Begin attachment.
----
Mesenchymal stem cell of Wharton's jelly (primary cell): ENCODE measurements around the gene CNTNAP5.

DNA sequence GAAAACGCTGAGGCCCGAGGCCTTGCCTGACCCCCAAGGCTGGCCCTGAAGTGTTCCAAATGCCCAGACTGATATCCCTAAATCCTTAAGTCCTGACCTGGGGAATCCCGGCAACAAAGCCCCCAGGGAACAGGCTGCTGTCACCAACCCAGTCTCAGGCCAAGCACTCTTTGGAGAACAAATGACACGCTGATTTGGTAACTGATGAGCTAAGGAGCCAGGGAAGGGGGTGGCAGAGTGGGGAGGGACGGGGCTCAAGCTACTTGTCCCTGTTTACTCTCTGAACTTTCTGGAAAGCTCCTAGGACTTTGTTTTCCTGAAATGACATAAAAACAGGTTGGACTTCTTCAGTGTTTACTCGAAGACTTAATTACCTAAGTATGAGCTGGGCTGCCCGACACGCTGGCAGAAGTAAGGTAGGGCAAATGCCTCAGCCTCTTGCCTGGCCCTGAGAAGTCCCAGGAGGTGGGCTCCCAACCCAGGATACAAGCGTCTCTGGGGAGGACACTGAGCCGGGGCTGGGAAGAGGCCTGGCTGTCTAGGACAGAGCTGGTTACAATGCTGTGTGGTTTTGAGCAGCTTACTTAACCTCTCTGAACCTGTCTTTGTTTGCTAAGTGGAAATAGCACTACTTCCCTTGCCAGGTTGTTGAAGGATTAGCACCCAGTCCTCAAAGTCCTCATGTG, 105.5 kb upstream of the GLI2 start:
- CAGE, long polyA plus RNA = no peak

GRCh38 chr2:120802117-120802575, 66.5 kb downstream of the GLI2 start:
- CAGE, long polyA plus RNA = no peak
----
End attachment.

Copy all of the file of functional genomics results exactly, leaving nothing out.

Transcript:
Mesenchymal stem cell of Wharton's jelly (primary cell): ENCODE measurements around the gene CNTNAP5.

DNA sequence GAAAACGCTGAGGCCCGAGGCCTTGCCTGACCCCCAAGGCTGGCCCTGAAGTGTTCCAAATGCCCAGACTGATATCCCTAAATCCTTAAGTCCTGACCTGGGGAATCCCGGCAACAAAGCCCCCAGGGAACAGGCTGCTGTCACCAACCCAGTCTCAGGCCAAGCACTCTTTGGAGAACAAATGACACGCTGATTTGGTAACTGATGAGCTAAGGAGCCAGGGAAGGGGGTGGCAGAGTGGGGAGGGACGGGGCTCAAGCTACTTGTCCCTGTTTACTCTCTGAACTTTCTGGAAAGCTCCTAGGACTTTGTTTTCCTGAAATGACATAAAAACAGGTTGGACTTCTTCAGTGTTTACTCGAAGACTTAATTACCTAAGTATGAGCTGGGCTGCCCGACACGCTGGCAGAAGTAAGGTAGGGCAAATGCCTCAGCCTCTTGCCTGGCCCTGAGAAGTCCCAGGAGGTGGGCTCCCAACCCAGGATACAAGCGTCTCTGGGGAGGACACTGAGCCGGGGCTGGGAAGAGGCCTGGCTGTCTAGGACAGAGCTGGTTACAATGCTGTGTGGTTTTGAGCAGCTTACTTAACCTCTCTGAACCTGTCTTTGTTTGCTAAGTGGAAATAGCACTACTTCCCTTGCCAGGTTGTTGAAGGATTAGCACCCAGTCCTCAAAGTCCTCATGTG, 105.5 kb upstream of the GLI2 start:
- CAGE, long polyA plus RNA = no peak

GRCh38 chr2:120802117-120802575, 66.5 kb downstream of the GLI2 start:
- CAGE, long polyA plus RNA = no peak